‘All pandemics end’: How Dr. Brent Roussin became the face of the COVID-19 response in Manitoba

WINNIPEG — For a year now, Dr. Brent Roussin has calmly provided updates on COVID-19 in Manitoba.

Roussin became the Chief Provincial Public Health Officer in June 2019 — just months before the pandemic began. 

“My first day on the job I had to do a media scrum because of an infectious case of measles on an international flight and I was a bit nervous. My first day on the job, first media scrum, and when that was over, I thought to myself, ‘I’m glad I’m not going to have to do that very much,'” said Roussin.

Day in and day out, Roussin has given updates with a straightforward delivery, always reminding Manitobans to “focus on the fundamentals.”

BECOMING THE FACE OF PUBLIC HEALTH

While Roussin has received compliments for the work he and his team are doing, being the face of public health has come with some backlash. 

“I’d have people very threatening that we should not have lockdowns, to people saying very inappropriate things that we’re not locked down enough.”

Many Manitobans have however welcomed Roussin into their homes through his virtual briefings. He even landed a spot on the Christmas tree after Erlenmeyer Designs, a local business, made an ornament with his face and the phrase ‘fundamentals’ on it, among other COVID-related pieces.

“Seeing yourself in memes is often an odd thing to see as well,” said Roussin. “But if it brings attention to the benefits of public health, then that’s great.” 

The lifelong Winnipegger began his career as a family physician, which is something he was interested in doing since high school. Eventually, that morphed into something more.

“I continued to be quite interested in the social determinants of health, the legal aspects of medicine, and the law itself, and decided to go back to study law.”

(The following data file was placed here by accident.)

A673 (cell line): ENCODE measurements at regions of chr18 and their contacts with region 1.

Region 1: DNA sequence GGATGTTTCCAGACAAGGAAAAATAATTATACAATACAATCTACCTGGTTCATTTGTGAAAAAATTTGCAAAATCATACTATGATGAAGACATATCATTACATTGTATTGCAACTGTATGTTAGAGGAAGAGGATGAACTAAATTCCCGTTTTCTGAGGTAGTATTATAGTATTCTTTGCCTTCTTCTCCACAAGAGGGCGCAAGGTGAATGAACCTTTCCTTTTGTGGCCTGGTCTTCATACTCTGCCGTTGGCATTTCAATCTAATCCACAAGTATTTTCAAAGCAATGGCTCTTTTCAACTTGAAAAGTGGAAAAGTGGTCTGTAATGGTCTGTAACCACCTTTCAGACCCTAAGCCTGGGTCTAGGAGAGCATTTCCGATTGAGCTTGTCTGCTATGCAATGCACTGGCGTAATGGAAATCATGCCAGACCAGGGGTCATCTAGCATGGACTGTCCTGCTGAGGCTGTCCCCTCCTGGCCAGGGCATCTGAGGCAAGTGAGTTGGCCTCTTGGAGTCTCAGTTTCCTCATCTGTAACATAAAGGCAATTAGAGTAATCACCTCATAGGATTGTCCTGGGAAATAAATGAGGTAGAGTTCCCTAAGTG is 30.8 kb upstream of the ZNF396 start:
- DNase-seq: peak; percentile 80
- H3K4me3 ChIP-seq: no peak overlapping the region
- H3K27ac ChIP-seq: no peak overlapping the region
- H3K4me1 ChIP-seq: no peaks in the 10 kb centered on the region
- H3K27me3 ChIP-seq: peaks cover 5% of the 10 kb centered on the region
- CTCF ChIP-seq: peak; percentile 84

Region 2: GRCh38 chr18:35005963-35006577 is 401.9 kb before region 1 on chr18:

Roussin said after completing his law degree, he went back to school to do specialty training in public health and preventive medicine, which ultimately led him to his current role.

While we no longer see Roussin at every single news conference, he is still hard at work behind the scenes co-chairing the Health Incident Command alongside Shared Health’s Chief Nursing Officer Lanette Siragusa.

LIFE OUTSIDE OF WORK

Outside of a busy work life, which includes still being a physician, Roussin also has a busy family life. 

He and his wife Rea just celebrated their 23rd anniversary. The couple also has two children, Breanna and Guy — named after his favourite hockey player — and two dogs, Rogue and Moose. 

Roussin and family

(Image courtesy Brent Roussin)

“I love watching my kids play sports. I think this has put a lot of things in perspective,” said Roussin. “I think when you’re busy, when you’re driving to practice, it seems onerous, but I think I’m going to enjoy every second of it now.” 

Before the pandemic, Roussin also had his sights set on the sky.

“I was studying to be a private pilot, so I was able to fly solo. I really enjoyed learning that.”

Roussin and plane

(Image courtesy: Brent Roussin)

Back on the ground, Roussin is looking ahead and reminding Manitobans of what is still to come.

“This isn’t going to be forever. All pandemics end and this one is no different, and we have a lot of reasons to be hopeful.”​ 

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